• 10:49

    RITUPARNA BHATTACHARYYA [continued]: could be challenging.Public transport at times might be crowded and unsafe.Figures give glimpses of public transport citybuses of Guwahati city, one of my study areas.However, if you are in one of the Metropolitan citieslike Delhi or Kolkata, you may use metro rail.Hiring a radio taxi from the branded companies like Ola,

  • 11:12

    RITUPARNA BHATTACHARYYA [continued]: Uber and other brands is perceived to be safer thanan ordinary taxi, but cannot be guaranteed.Moreover, when you are in a taxi,it is important to message your family, friend where you areand the car number.Your inheritant anecdote linked to my experienceof keeping myself safe when I was conducting my field

  • 11:35

    RITUPARNA BHATTACHARYYA [continued]: study in 2015 in Kolkata.And when I had to travel from Kolkata to Guwahati via 6:00 AMflight.So as I have already safe in Kolkata,I used to hire a radio taxi to commutefrom one place to another, as these taxis areperceived to be safer than the local yellow taxis.

  • 11:57

    RITUPARNA BHATTACHARYYA [continued]: As I was finishing my field study in Kolkataand were preparing to fly to Guwahati,my flight was booked for--at 6:00 AM, which means I was requiredto reach the airport by 4:30 AM.But in the previous evening when Iran to book a radio taxi for early in the morning at 3:45 AM

  • 12:18

    RITUPARNA BHATTACHARYYA [continued]: for the airport, I was told that itwould be difficult to hire a taxi so early, as a taxibusiness becomes active only after 5:00 AM.Instead, I was advised by them to reachthe airport the previous night itself.According to their advice, I reached at the airportthe previous night itself, carried the sleeping bag,

  • 12:38

    RITUPARNA BHATTACHARYYA [continued]: and slept at the airport waiting room.It is safer to use bottled water than tapped water.You will need to carry anti-diarrhea tabletsand other medicines like analgesic tablets, malariatablets, plus appropriate clothing, shoes, sandals,and all other necessary types of equipment,

  • 12:59

    RITUPARNA BHATTACHARYYA [continued]: including a torch light and candles and mosquito nets.Before embarking on your research journey to India,you'll need to lower your expectations.For instance, you may fail to find adequate public toilet

  • 13:21

    RITUPARNA BHATTACHARYYA [continued]: facilities.Although, the honorable Prime Minister of India launchedSwachh Bharat Abhiyan, or the Clean India Movement,since 2014.Toilet facilities, may not be appropriately cleanedas far western standards.So it is advisable to carry liquid soaps, tissues,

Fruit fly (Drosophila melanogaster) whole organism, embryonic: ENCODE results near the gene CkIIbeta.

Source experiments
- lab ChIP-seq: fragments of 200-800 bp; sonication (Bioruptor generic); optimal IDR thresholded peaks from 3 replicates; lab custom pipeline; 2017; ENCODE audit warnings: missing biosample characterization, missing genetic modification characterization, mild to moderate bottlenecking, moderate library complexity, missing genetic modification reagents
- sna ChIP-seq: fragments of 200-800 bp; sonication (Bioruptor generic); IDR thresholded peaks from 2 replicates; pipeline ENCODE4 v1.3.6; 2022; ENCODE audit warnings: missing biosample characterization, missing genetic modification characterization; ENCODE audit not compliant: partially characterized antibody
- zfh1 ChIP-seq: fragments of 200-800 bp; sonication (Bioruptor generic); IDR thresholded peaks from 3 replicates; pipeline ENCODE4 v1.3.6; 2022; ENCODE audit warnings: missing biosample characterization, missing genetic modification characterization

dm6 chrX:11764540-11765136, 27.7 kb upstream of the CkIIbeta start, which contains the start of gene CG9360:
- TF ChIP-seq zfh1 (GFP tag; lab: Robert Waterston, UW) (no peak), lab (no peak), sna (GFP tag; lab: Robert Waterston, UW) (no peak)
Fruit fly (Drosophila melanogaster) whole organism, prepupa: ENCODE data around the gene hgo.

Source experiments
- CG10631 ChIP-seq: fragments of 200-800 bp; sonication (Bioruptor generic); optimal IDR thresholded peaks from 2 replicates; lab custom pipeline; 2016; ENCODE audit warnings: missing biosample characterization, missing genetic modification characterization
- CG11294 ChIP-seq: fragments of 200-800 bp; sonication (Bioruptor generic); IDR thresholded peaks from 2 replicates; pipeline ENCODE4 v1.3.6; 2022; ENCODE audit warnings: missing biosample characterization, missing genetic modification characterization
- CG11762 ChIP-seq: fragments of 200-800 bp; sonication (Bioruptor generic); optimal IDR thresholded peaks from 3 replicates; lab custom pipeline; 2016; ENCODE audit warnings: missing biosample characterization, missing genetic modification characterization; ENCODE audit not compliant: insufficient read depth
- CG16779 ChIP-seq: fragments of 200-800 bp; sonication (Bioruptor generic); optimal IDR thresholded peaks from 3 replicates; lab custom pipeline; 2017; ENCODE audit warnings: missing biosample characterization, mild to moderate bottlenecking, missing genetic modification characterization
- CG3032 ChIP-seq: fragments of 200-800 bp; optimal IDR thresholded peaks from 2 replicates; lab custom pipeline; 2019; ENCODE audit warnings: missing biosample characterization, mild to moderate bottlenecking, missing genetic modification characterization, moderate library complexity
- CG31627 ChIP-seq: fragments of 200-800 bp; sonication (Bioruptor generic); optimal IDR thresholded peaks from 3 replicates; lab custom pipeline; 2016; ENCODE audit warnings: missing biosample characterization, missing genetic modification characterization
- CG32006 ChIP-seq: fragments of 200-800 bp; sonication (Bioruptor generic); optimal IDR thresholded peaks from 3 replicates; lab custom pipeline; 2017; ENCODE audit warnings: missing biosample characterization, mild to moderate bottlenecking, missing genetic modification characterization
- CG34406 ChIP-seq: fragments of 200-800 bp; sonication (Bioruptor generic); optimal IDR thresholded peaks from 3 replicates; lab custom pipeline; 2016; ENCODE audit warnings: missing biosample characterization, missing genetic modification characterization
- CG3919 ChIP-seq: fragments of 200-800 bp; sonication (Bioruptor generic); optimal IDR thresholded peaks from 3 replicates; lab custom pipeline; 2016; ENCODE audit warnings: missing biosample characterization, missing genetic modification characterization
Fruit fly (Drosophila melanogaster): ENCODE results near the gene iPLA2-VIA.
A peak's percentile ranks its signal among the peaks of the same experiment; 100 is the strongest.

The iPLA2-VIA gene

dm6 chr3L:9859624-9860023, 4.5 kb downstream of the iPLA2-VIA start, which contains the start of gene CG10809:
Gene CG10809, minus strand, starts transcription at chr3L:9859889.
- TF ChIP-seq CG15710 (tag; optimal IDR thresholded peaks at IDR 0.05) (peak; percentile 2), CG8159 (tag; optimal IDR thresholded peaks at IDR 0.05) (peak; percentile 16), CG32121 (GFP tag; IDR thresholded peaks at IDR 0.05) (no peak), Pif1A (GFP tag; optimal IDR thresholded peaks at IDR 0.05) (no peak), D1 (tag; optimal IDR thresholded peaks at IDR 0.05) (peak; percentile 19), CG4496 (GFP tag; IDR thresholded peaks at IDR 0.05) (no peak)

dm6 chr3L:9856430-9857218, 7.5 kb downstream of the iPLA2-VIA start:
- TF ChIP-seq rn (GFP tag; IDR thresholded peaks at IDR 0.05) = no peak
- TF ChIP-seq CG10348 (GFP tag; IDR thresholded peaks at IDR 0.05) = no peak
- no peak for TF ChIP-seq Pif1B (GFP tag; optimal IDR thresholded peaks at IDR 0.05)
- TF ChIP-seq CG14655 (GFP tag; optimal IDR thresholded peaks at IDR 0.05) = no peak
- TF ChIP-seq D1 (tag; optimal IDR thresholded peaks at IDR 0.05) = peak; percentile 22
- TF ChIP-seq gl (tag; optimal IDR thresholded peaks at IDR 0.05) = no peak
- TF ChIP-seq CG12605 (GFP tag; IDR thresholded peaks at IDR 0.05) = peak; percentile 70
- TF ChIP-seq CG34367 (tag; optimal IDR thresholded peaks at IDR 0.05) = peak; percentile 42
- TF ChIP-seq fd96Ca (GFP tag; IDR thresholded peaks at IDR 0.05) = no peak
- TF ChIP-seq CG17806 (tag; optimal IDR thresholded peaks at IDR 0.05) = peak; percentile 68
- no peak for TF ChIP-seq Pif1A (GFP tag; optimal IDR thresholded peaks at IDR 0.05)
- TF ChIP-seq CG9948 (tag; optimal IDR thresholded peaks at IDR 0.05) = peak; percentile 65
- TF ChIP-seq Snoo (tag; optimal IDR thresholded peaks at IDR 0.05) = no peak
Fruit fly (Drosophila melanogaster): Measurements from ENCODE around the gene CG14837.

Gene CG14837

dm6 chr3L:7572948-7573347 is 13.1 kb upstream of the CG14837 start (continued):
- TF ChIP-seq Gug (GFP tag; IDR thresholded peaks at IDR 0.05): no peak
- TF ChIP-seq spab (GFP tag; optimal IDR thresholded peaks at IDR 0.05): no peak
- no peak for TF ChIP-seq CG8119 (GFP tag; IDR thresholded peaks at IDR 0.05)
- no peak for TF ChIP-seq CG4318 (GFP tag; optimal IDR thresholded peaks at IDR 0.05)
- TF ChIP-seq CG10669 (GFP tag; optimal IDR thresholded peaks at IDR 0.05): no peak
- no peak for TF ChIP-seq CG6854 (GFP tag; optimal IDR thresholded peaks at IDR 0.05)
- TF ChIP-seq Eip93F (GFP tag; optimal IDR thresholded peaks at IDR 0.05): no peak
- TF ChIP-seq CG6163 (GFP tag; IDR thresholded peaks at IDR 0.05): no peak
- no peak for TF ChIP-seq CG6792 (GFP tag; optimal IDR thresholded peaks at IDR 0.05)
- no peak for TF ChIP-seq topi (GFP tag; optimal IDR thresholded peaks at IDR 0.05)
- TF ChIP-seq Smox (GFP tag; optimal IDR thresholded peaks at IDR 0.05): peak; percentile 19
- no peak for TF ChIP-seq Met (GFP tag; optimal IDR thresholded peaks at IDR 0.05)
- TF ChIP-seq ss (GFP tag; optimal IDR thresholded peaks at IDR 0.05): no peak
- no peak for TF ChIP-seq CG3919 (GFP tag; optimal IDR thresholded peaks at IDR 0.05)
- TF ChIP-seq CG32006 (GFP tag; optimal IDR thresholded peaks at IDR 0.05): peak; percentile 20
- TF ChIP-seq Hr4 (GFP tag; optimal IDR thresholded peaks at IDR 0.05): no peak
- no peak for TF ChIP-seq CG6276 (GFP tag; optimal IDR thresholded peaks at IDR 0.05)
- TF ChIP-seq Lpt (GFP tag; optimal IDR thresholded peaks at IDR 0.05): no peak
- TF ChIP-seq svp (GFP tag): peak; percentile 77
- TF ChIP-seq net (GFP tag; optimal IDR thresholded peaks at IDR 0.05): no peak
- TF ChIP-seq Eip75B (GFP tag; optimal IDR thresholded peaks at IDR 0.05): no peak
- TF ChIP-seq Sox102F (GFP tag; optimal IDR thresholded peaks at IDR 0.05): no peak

• 13:44

    RITUPARNA BHATTACHARYYA [continued]: and hand sanitizers.Besides, the streetlights of most Indian cities or townsmight be inadequate and fail to function properly.Though, most cities and towns adhereto the norms of the Ministry of Urban Developmentand provide street lights with every 40 meters bearinga minimum illumination capacity of 35 lux.

  • 14:06

    RITUPARNA BHATTACHARYYA [continued]: However, most of these lights in towns and citiesmight remain either dysfunctional,or the level of performance might remain very poor.With a very low gleaming potency.In addition, you will need to be aware of the local customslaws and other protocols.To avoid cultural shock, one needs

  • 14:26

    RITUPARNA BHATTACHARYYA [continued]: to be aware of Indian culture.Indian culture is a hierarchical culture.So one needs to be careful while addressingpeople older to oneself.In business whatever you wear, but it is important to wear--dress up modestly.

  • 14:51

    RITUPARNA BHATTACHARYYA [continued]: A conclusion; much of the issues outlined in this tutorial videoand dense and in-depth discussionon preparation for conducting sensitive public healthresearch.In this video, we'll foster critical thinkingamongst the researchers, to reflectupon the ethical and other nuanced issuesthat they might encounter while embarking

  • 15:14

    RITUPARNA BHATTACHARYYA [continued]: on their public health research in a developingcountry like India.

Abstract

Rituparna Bhattacharyya, PhD, Research Consultant and Editor-in-Chief of Space and Culture India, discusses conducting sensitive public health research in India, including research preparations, ethical approval, practical considerations, positionality, steps for safe research, and research expectations.

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Conducting Sensitive Public Health Research in India

Rituparna Bhattacharyya, PhD, Research Consultant and Editor-in-Chief of Space and Culture India, discusses conducting sensitive public health research in India, including research preparations, ethical approval, practical considerations, positionality, steps for safe research, and research expectations.